Dirt. Thru hikers are like Pigpen: you can almost see the cloud of dust surrounding each of them. In the movie, Cheryl must wait before sitting down to a meal so the host can protect the chair from dirt with sheets of newspaper. On our thru hike, we avoided sitting on hotel room beds or chairs until we showered. And, as depicted in the movie, showers feel great after a week or more of hiking.
Duct tape. When you’re many miles from civilization and something breaks, it’s time to improvise a fix. Maybe your shoe fell apart, a branch ripped a hole in your pack, or your tent has structural issues. Duct tape fixes everything!
Hiking community. Thru hikers form a tight on-trail community. Shared adversity, adventure, and joy create instant bonds. Hikers help each other in all kinds of ways (in the movie, Cheryl helped bowhunters filter water, and convinced a ranger to keep the post office open late so other hikers could get their packages). The movie also shows the kind of good-natured teasing that thru hikers administer to each other constantly.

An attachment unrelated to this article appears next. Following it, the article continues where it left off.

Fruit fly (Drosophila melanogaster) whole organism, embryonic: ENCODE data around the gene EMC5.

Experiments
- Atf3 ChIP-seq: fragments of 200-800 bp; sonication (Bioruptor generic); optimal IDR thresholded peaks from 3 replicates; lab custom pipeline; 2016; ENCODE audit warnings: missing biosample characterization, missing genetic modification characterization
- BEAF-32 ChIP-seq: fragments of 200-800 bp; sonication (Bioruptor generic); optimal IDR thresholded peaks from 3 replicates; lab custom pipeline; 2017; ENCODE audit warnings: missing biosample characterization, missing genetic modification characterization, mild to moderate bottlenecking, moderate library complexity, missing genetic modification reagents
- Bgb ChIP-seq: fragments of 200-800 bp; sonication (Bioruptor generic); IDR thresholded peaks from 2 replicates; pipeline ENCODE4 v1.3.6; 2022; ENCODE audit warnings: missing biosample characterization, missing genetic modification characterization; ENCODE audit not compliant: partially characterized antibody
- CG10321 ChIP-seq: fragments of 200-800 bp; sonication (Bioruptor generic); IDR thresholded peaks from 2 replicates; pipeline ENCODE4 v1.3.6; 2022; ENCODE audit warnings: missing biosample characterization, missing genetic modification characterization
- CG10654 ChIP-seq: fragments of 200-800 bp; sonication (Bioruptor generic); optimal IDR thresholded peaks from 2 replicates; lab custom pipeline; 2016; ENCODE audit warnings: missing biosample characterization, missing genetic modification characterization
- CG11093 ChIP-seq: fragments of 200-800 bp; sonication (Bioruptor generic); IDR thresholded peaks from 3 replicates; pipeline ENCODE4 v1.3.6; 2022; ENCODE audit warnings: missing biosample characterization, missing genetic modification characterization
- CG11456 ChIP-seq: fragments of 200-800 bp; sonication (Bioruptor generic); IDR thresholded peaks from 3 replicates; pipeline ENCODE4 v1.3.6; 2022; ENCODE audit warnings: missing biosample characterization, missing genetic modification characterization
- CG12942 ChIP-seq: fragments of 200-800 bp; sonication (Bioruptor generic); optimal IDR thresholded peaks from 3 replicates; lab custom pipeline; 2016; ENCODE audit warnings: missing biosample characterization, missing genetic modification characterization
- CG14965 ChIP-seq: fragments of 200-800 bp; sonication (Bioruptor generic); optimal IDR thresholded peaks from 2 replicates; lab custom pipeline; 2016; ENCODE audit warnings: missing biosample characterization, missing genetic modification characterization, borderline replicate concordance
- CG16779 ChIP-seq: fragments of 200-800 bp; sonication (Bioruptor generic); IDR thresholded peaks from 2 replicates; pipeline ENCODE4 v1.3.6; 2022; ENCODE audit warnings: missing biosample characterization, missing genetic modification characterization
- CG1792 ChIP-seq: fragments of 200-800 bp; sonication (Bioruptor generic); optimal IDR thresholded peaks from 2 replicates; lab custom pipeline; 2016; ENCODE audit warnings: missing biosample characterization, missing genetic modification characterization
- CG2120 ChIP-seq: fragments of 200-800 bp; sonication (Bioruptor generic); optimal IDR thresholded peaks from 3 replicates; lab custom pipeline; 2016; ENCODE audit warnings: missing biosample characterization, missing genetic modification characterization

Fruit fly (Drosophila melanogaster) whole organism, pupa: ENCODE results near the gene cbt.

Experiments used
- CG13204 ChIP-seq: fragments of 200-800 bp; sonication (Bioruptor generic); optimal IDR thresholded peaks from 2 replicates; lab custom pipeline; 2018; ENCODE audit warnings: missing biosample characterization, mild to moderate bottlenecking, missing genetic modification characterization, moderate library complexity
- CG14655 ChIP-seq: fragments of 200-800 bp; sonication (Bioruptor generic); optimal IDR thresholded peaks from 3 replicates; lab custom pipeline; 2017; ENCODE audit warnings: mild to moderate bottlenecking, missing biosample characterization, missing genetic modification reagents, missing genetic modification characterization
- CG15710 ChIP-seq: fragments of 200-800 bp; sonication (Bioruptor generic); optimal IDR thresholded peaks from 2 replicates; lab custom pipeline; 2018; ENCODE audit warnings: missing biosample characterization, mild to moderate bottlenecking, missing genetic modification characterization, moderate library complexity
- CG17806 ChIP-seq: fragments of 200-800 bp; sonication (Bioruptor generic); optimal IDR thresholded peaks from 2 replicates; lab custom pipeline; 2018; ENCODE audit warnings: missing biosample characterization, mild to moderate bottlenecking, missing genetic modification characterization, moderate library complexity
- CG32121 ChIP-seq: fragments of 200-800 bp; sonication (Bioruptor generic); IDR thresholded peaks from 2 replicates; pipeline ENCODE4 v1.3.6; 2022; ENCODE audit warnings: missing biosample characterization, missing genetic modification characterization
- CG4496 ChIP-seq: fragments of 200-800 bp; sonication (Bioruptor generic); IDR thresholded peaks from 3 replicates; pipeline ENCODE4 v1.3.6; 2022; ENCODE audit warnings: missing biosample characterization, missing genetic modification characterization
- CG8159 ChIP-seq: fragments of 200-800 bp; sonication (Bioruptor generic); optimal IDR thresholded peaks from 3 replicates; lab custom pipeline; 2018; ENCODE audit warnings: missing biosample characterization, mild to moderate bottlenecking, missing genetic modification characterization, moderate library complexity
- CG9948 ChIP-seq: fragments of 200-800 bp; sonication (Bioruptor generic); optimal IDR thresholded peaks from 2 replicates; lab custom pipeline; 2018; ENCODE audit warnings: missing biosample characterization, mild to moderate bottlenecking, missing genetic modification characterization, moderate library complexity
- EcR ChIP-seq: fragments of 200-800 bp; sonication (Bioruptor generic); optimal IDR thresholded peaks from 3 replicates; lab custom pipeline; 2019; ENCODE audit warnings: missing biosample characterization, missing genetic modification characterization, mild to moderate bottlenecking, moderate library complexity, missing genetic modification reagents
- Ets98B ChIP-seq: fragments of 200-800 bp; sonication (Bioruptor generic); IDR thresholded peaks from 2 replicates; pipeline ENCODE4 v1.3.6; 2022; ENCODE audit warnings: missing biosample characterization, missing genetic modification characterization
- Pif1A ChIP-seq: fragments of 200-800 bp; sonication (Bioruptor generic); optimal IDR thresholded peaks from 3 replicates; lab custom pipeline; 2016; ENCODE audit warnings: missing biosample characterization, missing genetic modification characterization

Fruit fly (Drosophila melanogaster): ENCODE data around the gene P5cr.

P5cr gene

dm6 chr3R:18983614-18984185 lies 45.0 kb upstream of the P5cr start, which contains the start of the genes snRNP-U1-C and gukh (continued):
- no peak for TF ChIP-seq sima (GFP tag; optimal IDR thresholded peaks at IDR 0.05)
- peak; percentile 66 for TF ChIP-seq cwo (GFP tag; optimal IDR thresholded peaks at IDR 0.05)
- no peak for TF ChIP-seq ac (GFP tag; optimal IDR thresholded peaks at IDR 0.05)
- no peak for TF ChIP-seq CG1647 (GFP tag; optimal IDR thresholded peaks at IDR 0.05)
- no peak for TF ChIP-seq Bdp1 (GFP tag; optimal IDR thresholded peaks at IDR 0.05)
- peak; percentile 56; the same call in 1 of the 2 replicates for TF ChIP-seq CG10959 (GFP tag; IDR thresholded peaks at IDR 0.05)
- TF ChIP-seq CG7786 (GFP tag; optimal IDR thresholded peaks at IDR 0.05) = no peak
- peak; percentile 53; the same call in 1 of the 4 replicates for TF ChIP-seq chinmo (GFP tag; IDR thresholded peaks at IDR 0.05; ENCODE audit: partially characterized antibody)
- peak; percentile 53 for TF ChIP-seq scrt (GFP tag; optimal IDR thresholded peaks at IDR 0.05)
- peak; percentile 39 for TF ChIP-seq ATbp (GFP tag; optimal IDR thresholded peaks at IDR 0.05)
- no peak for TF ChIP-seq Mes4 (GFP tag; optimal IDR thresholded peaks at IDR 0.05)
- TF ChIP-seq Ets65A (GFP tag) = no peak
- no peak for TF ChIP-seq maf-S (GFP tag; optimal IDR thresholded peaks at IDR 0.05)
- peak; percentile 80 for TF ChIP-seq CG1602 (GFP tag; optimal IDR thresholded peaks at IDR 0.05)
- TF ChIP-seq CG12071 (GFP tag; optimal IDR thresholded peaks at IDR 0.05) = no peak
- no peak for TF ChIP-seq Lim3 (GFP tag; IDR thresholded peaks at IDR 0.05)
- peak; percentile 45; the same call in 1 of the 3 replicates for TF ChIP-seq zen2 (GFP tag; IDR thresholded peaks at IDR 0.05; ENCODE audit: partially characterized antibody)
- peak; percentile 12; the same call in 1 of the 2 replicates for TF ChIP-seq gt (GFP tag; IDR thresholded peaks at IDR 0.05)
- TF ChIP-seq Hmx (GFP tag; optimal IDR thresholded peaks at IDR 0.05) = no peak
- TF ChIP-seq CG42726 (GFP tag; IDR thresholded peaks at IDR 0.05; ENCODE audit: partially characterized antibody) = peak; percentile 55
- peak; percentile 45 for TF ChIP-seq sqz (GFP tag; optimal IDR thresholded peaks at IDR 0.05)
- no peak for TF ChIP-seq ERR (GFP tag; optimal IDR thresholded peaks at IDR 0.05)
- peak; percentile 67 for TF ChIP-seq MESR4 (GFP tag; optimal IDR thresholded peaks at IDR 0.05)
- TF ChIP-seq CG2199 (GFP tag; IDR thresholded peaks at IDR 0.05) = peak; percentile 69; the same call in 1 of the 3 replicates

Transformation. Time in the wilderness will change you. During a five-month thru hike you have plenty of time to think and reflect on your life, your values, your job, your relationships, and your favorite ice cream flavor. Each person takes their own lessons from the trail, but everyone leaves with something. The movie makes clear what Cheryl learned. We recorded some insights we took from the PCT in our Five Lessons from the Trail post.
Wild went off trail on:
Preparation. We spent about a year of evenings and weekends preparing for our thru hike. This included shakedown hikes where we tested every piece of gear. Cheryl’s prep was minimal: the movie showed her opening packages of unused gear right before her PCT hike began. It’s important to test your gear at home, and then on a short backpacking trip, before setting off on the PCT. If something doesn’t work, or you don’t know how to use it in the desert, the consequences will be unpleasant at best.
Mileage. Cheryl Strayed walked a very respectable distance, but still less than half of the trail’s 2660 miles. A thru hiker must average 20 miles per day in order to complete the trail in a single year due to snow levels at high elevation. Cheryl averaged 5-7 miles per day. Any hiking pace is fine, of course — but Cheryl’s experience was somewhat different from that of a thru hiker.